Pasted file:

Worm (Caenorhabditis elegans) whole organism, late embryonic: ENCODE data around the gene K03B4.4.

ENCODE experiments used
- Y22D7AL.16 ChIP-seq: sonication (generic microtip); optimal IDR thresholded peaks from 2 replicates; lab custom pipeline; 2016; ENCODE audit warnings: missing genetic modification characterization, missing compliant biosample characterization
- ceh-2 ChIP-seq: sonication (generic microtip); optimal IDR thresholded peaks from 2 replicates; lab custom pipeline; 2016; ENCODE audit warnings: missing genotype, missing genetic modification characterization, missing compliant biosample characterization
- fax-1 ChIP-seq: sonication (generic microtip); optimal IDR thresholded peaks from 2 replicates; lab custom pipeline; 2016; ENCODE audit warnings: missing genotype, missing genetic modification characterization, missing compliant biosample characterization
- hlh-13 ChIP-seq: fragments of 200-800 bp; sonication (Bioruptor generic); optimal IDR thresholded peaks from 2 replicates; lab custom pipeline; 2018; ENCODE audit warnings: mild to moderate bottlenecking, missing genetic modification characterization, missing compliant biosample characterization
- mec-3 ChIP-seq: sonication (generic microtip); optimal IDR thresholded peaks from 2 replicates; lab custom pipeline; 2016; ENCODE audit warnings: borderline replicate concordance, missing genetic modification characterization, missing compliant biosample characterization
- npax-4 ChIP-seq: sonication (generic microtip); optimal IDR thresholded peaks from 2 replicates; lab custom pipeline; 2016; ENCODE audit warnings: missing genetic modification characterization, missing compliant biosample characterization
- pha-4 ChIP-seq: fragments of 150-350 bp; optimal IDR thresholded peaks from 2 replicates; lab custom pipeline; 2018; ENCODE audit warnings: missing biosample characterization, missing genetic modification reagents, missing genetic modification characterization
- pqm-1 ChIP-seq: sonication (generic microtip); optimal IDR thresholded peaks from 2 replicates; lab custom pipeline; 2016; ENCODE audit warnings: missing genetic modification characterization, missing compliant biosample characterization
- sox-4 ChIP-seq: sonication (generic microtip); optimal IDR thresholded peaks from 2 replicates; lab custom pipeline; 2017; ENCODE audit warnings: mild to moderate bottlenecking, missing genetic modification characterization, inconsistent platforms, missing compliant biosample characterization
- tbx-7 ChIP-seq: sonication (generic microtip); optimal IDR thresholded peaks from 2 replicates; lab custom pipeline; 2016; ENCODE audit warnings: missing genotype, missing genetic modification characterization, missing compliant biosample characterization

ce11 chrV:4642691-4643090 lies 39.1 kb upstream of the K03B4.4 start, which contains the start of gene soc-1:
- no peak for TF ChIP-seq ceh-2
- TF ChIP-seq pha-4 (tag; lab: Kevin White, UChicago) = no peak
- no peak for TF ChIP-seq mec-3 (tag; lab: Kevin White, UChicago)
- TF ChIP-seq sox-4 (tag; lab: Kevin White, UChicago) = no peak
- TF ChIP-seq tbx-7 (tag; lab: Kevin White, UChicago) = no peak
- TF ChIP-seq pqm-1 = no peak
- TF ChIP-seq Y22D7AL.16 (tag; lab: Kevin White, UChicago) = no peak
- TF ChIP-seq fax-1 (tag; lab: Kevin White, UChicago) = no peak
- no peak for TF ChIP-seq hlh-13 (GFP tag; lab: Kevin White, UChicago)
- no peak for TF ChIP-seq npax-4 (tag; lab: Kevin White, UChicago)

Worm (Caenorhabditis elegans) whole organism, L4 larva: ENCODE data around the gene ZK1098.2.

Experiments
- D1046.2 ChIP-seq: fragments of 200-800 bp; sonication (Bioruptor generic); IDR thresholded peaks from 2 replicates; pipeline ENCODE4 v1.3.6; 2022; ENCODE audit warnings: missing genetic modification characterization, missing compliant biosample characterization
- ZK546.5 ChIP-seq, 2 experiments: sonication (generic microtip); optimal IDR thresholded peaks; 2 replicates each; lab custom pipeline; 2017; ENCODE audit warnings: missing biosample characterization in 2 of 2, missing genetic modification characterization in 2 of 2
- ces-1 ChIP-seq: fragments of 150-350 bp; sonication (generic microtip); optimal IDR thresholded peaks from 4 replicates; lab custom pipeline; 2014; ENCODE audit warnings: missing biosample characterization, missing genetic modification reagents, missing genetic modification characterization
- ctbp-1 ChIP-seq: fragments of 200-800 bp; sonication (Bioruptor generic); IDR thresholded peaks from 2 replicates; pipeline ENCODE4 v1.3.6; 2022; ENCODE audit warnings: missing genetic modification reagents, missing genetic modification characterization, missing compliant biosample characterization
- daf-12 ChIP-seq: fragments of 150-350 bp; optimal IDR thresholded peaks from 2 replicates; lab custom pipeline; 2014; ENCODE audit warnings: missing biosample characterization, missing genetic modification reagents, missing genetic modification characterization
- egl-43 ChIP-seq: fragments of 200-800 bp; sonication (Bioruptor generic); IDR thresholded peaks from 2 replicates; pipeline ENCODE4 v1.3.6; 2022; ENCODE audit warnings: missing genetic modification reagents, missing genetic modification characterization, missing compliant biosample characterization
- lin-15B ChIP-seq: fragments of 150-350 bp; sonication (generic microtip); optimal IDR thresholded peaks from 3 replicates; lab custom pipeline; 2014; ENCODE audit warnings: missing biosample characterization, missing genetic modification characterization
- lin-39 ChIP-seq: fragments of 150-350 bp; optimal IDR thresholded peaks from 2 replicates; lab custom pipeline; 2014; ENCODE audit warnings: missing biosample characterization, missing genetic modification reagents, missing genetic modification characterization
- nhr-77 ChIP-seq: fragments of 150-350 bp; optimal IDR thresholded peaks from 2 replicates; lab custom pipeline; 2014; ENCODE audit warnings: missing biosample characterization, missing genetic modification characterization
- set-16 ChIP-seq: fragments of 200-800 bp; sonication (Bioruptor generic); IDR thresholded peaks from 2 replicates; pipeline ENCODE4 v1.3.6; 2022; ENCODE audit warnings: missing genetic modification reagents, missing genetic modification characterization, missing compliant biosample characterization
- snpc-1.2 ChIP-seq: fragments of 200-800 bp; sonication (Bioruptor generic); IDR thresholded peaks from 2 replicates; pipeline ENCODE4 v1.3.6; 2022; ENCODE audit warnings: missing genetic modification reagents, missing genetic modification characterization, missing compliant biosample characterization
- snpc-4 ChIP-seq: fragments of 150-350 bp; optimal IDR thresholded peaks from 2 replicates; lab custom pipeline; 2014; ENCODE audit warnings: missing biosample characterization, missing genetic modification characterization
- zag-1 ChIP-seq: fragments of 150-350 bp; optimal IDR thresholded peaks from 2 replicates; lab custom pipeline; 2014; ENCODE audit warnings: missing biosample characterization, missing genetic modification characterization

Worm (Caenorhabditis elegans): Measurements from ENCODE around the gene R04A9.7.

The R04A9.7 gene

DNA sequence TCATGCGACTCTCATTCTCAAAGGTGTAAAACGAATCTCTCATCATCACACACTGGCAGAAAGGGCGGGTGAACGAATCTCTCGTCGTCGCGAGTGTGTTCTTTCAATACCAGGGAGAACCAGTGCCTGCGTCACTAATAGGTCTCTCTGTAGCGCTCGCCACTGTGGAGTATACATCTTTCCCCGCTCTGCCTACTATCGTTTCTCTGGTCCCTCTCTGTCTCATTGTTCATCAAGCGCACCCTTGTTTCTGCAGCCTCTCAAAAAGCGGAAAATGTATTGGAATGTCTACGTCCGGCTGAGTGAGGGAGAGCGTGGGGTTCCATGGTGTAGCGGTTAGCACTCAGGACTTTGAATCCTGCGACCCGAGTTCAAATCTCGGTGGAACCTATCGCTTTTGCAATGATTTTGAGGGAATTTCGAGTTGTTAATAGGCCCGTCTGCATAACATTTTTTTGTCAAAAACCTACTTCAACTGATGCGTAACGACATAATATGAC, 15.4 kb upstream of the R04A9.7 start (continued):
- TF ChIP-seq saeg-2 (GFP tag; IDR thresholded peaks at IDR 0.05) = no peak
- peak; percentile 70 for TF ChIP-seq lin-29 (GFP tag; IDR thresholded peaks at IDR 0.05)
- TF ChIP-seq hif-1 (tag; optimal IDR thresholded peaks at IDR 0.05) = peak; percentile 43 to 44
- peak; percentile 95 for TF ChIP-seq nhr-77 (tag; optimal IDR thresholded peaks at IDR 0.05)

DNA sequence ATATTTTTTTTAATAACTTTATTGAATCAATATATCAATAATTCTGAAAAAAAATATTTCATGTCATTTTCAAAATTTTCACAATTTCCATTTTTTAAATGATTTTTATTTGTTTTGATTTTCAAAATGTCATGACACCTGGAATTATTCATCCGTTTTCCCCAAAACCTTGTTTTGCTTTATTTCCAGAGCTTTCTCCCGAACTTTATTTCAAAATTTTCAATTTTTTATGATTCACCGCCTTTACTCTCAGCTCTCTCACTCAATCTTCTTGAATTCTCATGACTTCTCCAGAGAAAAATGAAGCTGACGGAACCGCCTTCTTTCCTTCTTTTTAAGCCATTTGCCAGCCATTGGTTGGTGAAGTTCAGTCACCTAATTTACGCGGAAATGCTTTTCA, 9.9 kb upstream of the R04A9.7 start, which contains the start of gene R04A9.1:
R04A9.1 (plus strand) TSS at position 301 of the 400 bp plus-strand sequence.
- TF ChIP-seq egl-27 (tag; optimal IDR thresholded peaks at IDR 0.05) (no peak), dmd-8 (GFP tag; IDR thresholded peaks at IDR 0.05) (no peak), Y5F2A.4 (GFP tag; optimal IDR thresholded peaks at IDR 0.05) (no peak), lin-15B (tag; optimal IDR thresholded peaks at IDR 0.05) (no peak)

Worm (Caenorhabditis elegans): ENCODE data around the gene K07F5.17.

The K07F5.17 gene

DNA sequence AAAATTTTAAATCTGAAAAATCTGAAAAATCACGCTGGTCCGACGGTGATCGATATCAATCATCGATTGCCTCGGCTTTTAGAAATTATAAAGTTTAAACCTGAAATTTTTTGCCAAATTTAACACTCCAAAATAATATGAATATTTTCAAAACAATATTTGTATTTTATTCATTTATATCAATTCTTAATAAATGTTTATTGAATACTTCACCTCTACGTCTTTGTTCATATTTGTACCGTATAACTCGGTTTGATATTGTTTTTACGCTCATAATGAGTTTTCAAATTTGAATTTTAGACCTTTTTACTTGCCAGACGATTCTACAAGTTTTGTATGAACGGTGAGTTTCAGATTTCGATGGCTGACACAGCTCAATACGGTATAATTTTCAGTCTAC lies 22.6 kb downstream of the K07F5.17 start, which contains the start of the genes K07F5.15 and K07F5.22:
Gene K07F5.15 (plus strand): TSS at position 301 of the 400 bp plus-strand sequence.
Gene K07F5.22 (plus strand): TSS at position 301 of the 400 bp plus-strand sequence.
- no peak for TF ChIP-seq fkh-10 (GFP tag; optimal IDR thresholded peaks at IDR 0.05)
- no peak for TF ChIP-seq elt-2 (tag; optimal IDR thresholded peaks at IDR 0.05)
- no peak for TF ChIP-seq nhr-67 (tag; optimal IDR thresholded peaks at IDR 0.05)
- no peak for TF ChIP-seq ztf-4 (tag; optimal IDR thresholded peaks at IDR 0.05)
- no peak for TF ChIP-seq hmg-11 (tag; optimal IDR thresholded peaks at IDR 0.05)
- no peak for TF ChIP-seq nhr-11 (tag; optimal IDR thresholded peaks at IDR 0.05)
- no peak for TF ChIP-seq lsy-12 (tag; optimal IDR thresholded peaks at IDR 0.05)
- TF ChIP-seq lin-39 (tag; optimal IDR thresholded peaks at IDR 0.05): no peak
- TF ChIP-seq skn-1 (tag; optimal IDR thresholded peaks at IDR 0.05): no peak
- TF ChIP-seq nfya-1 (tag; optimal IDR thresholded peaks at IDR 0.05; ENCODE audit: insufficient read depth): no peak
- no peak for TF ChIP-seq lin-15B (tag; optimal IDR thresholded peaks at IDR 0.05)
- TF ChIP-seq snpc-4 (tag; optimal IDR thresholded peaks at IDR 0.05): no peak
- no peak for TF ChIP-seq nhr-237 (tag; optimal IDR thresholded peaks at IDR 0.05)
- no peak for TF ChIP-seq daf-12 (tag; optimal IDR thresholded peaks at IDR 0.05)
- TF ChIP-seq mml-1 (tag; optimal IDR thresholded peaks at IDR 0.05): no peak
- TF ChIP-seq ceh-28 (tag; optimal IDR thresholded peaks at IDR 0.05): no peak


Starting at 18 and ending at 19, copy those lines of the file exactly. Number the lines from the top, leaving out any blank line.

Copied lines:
- TF ChIP-seq tbx-7 (tag; lab: Kevin White, UChicago) = no peak
- TF ChIP-seq pqm-1 = no peak